Quantitative easing: the oft-ignored long-term...
Aykut Efe, Economist at BCEE Asset Management, discusses the potential impacts of quantitative easing on the real economy in the long term.
The political nature of the issue makes it exceedingly difficult to predict the result of voting. Also, in the event that Parliament rejects the agreement, the law provides for a new ballot to be organised within 3 days of the rejection for the purpose of submitting a plan B. Beyond that time, the final deadline of 29 March 2019 sounds the death knell on the UK’s status as a Member State: if the UK and Brussels cannot reach agreement and no extension is requested, the scenario of a “hard Brexit” will come down like a hammer blow.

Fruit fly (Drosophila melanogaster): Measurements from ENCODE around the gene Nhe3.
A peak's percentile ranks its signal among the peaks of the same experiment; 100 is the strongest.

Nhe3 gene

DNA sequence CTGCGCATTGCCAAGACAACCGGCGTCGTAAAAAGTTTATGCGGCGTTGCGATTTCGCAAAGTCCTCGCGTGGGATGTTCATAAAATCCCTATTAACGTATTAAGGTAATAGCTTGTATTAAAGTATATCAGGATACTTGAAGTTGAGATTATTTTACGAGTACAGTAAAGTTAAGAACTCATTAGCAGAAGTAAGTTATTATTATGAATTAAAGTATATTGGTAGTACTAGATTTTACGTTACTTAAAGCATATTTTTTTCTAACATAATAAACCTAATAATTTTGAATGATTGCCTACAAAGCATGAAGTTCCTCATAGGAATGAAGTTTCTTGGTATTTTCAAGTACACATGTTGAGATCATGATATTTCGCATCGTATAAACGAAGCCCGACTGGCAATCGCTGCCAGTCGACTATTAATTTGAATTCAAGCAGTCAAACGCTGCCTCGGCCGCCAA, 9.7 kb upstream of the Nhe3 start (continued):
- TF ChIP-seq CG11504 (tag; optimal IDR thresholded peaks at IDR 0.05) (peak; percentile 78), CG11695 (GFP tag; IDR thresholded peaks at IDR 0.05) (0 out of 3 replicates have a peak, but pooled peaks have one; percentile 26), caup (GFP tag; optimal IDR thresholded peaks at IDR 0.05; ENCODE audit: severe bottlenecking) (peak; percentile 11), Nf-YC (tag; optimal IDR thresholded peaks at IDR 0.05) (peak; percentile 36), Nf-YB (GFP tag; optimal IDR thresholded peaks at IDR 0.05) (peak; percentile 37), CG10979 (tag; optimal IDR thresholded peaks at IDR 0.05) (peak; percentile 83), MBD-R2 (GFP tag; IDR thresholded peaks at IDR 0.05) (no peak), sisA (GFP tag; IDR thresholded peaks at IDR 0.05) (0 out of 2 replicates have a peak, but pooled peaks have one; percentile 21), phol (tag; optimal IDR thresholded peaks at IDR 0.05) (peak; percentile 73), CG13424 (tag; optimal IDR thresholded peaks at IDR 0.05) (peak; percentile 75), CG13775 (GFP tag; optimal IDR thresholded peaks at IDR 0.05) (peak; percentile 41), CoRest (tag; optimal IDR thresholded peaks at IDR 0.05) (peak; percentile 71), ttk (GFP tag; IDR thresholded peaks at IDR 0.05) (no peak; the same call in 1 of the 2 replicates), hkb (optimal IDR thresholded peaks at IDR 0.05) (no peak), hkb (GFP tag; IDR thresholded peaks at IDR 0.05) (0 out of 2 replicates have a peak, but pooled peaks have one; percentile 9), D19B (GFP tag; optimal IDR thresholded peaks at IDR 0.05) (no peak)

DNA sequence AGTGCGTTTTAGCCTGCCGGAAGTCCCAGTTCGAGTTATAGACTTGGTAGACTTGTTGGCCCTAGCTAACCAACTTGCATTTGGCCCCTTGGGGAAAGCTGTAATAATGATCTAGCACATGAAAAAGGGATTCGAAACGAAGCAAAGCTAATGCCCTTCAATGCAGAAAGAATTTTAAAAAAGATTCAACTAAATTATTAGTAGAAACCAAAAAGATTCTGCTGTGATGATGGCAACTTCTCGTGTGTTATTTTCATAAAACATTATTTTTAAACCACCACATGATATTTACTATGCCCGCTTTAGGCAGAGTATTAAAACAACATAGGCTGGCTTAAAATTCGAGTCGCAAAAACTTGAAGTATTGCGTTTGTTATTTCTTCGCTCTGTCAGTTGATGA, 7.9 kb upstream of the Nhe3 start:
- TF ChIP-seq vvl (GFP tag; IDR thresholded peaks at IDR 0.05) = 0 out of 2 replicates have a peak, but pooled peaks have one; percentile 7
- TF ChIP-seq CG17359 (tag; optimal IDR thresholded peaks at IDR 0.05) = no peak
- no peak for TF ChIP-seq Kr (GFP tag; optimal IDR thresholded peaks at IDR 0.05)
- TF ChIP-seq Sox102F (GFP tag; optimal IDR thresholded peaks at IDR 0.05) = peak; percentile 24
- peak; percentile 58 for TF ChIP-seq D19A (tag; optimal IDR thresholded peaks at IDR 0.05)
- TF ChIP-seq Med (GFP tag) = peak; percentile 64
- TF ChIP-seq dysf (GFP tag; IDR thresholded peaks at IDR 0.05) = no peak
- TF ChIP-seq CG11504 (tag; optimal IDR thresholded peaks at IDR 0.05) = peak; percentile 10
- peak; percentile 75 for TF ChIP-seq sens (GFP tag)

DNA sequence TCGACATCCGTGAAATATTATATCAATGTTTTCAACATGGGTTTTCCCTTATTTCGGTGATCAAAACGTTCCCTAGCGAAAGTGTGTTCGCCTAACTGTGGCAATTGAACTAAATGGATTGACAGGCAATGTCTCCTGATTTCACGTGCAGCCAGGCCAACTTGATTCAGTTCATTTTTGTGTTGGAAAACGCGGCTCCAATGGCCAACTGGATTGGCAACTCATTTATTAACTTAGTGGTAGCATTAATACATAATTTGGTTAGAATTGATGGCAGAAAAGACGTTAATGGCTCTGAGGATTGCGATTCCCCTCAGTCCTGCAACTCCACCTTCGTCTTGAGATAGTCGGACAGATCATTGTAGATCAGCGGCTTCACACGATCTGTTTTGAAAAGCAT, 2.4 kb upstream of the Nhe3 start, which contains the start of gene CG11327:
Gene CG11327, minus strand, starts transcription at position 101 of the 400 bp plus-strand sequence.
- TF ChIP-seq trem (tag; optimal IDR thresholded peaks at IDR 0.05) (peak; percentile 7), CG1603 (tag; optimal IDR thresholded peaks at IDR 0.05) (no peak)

Against a backdrop of uncertainty that looks set to last, the markets are expecting Parliament to show its opposition.
Similar to the turmoil in which the markets have been plunged over the past two years, such a stalemate could well fuel greater volatility. In addition, the UK would probably find itself on the road to another referendum on Brexit, the result of which would be no less uncertain. In practical terms, on European stock exchanges, equities in general and UK equities in particular would suffer from intensified volatility, pushing investors towards less risky assets.
Independently of the outcome of Brexit and the scenario that prevails, the allocation that we are using, which consists of remaining neutral on equities and bonds, is the best suited to prepare for any contingency.
Indeed, political decisions are difficult to predict and, with that in mind, an aggressive allocation would not be appropriate since it would be risky. As such, we will remain particularly attentive to the progress of forthcoming events so as to adapt our investments to the political decisions that will be put in place.